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If an employee is fired for refusing to be vaccinated against COVID-19, in most cases they do not qualify for state unemployment compensation.
Employers have broad latitude in setting work requirements for employees, and mandating vaccination is one of them. That's because employers who want to take steps to keep their workplaces safe for everyone may see unvaccinated workers as a risk. In most states, the law may consider refusal to get a vaccination when required by an employer as misconduct.
This doesn't mean that workers lack options to keep their jobs while refusing vaccination, but generally, those exemptions must be based either on religious grounds or health needs. For workers who refuse vaccinations for other reasons, leaving their job may mean sacrificing not only income but also unemployment compensation.
In some Republican-led states, however, this standard is changing.
According to the Washington Post, five states – Arkansas, Florida, Iowa, Kansas, and Tennessee – changed rules to allow employees to collect unemployment if they were fired or quit because of vaccination mandates. Several more states are considering it.
According to the National Academy for State Health Policy, only two states, Montana and Tennessee, have taken the step of trying to prohibit private employers from requiring COVID-19 vaccinations. But several more have placed restrictions on employers' ability to require vaccinations.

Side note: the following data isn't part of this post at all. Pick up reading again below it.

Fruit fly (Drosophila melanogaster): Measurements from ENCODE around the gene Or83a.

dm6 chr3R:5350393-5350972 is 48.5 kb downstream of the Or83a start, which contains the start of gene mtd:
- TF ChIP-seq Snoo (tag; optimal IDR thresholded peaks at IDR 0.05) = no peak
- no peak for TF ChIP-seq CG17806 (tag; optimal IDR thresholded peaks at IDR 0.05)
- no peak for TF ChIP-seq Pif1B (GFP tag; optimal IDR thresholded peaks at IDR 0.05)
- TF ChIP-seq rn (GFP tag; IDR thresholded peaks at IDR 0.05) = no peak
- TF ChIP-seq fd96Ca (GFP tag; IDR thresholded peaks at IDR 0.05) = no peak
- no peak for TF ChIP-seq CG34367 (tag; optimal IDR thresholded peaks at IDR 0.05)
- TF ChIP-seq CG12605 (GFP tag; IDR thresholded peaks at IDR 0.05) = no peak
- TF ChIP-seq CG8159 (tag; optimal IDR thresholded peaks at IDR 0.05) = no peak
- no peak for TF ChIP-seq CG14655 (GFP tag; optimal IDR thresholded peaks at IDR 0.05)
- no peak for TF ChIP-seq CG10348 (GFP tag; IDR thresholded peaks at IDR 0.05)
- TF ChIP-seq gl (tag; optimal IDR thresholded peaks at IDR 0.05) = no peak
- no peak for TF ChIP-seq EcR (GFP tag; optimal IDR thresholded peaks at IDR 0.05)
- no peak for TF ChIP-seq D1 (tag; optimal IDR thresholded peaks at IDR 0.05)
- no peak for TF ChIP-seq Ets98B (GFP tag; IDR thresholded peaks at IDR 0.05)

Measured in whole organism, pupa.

Florida, for instance, passed a law in November that requires employers to offer employees five permissible opt-outs: religious reasons, medical reasons, regular testing, claims of immunity due to previous COVID-19 infection, or use of personal protective equipment, such as a mask. An Alabama law, which went into effect in November, states that employers must "liberally construe" the employee's eligibility for an exemption.
On Jan. 10, the Biden administration's "vaccine or test" mandate for companies with at least 100 employees — covering some 80 million employees in all — went into effect. That mandate, however, came to an end three days later, when the Supreme Court blocked the administration from enforcing it in a 6-3 ruling.
Even without a federal mandate, most private employers are free to require vaccinations, and a majority, apparently, plans to do so, according to a survey from insurance brokerage firm Willis Towers Watson.
It appears that more and more employers are indeed firing employees who refuse vaccinations. The Mayo Clinic, for instance, recently fired more than 700 workers for refusing vaccinations — about 1% of their workforce.
In the end, it does seem ironic that the states that are pushing against private employers and seeking to provide public money to workers who decide to leave their jobs are Republican-led.
Ordinarily, one would expect the party of Lincoln to tack in the opposite direction.
But these are strange times.